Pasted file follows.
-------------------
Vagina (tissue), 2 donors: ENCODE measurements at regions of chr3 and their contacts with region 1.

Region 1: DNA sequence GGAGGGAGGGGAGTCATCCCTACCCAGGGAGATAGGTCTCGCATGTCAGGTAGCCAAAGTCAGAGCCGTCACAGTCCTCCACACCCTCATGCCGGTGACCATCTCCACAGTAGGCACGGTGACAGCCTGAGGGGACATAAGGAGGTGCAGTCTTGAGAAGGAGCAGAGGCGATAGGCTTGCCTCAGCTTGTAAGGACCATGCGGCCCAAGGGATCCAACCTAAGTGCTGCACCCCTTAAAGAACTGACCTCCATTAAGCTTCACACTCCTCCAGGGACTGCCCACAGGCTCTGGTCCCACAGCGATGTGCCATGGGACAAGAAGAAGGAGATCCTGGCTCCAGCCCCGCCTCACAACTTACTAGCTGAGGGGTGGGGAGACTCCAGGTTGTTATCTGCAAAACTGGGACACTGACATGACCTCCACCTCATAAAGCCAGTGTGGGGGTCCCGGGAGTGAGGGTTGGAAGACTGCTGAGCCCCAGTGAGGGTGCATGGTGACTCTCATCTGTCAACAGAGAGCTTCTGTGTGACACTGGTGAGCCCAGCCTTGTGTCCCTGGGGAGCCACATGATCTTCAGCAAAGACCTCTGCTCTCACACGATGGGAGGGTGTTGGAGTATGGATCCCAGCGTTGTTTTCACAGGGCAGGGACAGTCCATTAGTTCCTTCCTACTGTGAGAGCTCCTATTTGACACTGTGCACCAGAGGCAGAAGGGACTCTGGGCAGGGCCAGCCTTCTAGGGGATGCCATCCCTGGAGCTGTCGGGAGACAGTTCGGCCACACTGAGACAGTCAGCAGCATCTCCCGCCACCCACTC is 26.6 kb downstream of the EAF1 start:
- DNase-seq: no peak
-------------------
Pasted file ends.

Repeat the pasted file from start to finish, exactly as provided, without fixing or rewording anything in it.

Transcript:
Vagina (tissue), 2 donors: ENCODE measurements at regions of chr3 and their contacts with region 1.

Region 1: DNA sequence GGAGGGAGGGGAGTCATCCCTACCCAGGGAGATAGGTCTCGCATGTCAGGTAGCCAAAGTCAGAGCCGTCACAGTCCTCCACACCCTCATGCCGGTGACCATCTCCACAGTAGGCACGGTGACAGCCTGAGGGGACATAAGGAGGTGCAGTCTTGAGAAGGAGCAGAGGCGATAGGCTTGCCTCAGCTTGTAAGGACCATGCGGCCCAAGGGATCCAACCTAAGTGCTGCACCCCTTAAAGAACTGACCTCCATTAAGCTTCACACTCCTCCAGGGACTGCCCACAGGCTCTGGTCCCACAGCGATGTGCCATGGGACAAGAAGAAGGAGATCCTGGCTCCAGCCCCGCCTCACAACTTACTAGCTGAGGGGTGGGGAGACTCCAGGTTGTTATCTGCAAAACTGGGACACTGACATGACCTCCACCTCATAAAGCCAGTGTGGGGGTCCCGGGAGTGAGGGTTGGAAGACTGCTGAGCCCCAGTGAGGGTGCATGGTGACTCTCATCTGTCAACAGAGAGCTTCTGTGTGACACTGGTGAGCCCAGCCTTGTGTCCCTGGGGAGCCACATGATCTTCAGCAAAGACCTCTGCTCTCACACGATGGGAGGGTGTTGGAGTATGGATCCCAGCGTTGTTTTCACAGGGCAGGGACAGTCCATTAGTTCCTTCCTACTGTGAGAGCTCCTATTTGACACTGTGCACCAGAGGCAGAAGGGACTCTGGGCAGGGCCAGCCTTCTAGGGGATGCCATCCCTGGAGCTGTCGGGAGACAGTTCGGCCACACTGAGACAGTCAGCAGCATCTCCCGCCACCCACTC is 26.6 kb downstream of the EAF1 start:
- DNase-seq: no peak